NEW YORK (MainStreet) — Fewer consumers are paying down credit card debt, according to a recent study by Cardhub -- a sign that Americans are forgetting the lessons of the Great Recession.

According to the story, Americans paid off approximately $32.5 billion in outstanding credit card debt during the first quarter of 2014. But this is less than previous years.

CardHub is a credit card comparison website based in Arlington, Va. and owned and operated by Evolution Finance, Inc., a personal finance company that was founded in 2008 by a former Capital One executive.

"Consumers historically pay off a lot of credit card debt during the first quarter of the year – with tax refunds, annual salary bonuses, and New Year's Resolutions fueling their efforts," said Odysseas Papadimitriou, CardHub founder and author of the study. "But last year's first quarter pay down was 4% smaller than in 2012, and we ended the year having incurred 6% more debt overall. This year's first quarter pay down was even smaller still."

The company projects that by year-end, there will be a $41.9 billion net increase in credit card debt – 8% more than last year and a 14% increase relative to 2012.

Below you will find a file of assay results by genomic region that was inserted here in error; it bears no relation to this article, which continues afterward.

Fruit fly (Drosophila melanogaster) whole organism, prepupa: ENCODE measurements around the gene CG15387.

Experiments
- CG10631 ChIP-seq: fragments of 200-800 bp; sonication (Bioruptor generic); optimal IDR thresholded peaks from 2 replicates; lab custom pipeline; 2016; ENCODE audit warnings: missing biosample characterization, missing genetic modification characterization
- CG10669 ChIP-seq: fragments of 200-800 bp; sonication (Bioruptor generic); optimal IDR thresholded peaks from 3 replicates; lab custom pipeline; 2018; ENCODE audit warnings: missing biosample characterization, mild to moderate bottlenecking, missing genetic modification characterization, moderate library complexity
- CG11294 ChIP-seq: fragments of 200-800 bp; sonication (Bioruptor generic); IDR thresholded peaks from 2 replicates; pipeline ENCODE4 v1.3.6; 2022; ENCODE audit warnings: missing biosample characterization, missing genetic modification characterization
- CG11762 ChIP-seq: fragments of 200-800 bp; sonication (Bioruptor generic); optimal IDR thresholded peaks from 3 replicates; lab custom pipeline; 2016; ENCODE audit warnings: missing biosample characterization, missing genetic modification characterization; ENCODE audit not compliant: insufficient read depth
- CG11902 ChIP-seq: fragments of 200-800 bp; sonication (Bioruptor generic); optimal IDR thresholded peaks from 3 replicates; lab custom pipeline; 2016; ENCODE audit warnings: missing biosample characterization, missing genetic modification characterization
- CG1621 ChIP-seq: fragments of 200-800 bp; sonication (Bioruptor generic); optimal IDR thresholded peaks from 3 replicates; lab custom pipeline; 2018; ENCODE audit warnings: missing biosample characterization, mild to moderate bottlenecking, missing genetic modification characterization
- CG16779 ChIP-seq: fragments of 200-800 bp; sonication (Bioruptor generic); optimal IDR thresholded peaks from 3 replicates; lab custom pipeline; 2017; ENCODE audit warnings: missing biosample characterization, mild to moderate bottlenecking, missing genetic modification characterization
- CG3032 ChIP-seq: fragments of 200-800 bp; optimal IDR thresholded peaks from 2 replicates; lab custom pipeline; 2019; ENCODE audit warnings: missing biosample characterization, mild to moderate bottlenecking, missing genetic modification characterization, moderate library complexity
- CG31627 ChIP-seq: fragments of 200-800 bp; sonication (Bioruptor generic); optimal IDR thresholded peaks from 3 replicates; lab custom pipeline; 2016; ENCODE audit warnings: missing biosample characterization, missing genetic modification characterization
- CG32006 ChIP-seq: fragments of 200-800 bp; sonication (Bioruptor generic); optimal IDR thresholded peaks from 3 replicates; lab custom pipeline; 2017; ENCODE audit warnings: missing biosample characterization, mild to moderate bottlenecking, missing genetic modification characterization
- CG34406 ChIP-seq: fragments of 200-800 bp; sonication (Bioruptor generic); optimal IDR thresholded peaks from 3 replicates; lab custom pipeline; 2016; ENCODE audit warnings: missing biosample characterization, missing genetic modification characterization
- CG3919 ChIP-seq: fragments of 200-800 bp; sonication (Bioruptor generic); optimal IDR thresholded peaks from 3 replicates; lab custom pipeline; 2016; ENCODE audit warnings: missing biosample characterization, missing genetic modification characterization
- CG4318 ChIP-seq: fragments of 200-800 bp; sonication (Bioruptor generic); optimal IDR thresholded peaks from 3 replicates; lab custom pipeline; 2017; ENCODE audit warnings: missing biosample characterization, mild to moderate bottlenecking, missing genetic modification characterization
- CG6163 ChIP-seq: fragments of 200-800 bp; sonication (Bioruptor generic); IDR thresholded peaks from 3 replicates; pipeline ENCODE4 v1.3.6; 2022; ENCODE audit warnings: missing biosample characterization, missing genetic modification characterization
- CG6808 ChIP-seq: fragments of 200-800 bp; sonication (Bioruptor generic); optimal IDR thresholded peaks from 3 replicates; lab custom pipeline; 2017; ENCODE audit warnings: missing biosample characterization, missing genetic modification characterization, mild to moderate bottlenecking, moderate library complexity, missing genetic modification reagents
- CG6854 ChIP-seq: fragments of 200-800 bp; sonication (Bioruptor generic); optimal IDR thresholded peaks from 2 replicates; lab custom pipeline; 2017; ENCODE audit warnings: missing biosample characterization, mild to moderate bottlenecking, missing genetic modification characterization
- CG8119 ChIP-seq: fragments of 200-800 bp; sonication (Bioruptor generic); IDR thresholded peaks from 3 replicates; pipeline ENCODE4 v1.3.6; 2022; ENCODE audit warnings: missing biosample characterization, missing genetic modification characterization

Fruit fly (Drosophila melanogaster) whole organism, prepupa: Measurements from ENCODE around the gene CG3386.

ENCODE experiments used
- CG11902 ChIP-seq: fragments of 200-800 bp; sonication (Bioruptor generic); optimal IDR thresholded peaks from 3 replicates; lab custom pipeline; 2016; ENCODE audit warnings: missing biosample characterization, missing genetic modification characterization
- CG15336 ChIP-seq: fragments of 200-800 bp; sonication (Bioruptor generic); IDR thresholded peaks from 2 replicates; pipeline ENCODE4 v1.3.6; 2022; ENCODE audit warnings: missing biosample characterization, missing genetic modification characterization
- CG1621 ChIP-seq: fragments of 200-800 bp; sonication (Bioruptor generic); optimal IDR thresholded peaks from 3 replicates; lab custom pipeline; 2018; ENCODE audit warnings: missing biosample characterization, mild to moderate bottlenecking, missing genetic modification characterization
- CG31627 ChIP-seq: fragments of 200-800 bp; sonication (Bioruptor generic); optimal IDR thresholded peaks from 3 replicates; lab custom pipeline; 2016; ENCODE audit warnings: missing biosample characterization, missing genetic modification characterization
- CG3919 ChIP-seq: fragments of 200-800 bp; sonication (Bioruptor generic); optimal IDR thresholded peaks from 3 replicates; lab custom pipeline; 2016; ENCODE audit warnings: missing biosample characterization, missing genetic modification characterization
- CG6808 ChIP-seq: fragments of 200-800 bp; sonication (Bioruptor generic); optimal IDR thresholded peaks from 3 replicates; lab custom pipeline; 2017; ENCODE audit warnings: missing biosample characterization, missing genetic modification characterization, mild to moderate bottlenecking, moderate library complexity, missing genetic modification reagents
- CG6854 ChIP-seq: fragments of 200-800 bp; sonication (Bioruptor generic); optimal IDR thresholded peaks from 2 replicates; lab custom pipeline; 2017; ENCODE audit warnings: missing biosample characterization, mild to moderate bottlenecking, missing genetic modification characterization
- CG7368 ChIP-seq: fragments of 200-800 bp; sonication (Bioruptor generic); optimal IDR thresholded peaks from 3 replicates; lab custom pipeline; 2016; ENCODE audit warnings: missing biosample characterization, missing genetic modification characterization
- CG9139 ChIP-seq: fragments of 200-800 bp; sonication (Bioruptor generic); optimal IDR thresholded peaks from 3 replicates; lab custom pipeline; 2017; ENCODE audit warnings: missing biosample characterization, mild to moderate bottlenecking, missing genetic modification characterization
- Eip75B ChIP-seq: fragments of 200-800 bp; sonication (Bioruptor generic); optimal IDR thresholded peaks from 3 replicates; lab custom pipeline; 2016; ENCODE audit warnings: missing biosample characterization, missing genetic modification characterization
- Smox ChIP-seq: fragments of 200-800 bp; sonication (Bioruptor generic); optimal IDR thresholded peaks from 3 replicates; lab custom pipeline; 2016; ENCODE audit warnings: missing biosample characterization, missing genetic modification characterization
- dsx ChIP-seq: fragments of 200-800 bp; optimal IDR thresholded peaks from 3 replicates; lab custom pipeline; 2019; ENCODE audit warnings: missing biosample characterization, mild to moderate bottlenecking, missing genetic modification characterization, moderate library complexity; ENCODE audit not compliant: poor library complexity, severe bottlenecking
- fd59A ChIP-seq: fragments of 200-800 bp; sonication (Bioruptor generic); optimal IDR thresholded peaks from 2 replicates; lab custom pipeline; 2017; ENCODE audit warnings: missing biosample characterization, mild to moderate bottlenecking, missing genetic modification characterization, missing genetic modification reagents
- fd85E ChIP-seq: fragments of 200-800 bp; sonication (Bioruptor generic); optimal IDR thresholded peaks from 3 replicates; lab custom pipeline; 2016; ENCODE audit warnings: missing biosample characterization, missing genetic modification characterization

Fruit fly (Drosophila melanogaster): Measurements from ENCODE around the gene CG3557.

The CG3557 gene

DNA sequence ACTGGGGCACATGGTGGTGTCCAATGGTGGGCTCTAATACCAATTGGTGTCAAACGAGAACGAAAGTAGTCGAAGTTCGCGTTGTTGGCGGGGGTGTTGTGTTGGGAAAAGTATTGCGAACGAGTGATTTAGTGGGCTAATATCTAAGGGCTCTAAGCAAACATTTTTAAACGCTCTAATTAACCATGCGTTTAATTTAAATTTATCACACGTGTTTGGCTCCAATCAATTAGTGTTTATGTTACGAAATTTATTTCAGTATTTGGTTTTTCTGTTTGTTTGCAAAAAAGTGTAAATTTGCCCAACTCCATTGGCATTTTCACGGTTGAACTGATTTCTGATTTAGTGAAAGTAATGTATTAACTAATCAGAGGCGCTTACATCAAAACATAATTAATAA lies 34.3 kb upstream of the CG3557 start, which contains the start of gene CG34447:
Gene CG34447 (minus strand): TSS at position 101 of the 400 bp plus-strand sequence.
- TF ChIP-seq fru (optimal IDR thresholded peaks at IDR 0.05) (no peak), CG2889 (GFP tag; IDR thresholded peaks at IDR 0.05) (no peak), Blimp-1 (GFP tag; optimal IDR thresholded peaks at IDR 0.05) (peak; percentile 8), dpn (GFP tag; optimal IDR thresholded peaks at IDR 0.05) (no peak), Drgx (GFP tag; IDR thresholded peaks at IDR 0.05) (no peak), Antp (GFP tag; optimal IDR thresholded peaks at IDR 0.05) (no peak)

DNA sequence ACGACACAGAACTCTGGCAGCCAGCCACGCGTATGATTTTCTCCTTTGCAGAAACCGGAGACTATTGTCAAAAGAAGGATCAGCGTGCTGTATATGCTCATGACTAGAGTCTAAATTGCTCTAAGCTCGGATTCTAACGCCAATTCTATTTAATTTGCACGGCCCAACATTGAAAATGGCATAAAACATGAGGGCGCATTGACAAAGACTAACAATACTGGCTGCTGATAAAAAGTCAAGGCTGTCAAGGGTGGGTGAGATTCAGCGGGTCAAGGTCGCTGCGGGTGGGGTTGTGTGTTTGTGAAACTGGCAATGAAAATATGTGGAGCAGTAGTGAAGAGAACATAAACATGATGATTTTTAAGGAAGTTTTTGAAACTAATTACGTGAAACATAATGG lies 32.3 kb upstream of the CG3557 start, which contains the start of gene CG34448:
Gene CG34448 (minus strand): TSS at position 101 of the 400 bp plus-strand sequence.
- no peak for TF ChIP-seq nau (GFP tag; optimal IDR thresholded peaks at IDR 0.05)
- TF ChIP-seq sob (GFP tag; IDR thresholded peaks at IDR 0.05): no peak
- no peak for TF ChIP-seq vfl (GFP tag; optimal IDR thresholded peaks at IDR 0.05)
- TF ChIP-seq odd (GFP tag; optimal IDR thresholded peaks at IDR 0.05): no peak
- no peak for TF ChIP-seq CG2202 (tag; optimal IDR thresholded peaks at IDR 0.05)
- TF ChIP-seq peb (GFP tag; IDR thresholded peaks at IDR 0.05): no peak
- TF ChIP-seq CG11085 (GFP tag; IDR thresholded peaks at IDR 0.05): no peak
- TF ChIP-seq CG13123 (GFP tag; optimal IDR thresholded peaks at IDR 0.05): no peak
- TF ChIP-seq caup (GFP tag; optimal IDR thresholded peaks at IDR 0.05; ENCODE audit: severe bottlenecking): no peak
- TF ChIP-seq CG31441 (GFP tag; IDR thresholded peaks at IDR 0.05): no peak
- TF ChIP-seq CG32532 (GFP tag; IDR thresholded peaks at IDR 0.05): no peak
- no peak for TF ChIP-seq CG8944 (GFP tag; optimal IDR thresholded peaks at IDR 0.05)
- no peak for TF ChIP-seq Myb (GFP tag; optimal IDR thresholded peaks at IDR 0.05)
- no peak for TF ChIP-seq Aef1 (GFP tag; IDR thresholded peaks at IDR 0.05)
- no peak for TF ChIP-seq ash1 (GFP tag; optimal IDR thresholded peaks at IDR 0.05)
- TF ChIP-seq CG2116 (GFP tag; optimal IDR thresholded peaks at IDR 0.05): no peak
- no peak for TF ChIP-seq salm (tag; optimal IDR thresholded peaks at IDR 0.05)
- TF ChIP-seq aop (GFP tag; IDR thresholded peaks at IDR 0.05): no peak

Other findings from CreditCardHub are that the average household's credit card balance went down to $6,628 from $6,980 at the end of 2013. CreditHub project that by the end of 2014, consumers will have defaulted on nearly $300 billion in credit card debt since 2009. CreditHub also sees the quarterly credit card default rate stabilizing near historical lows.

"A significant reversal in this trend could lead to a credit crunch," says Papadimitriou.

Another significant statistic is the employment report. It is nothing to be excited about, because even though the labor report revealed an addition of 217,000 jobs to the U.S. economy in May - ostensibly bringing employment back above pre-recession record levels - it is estimated that seven million more positions are actually needed to account for population growth.

--Written by Michael P. Tremoglie for MainStreet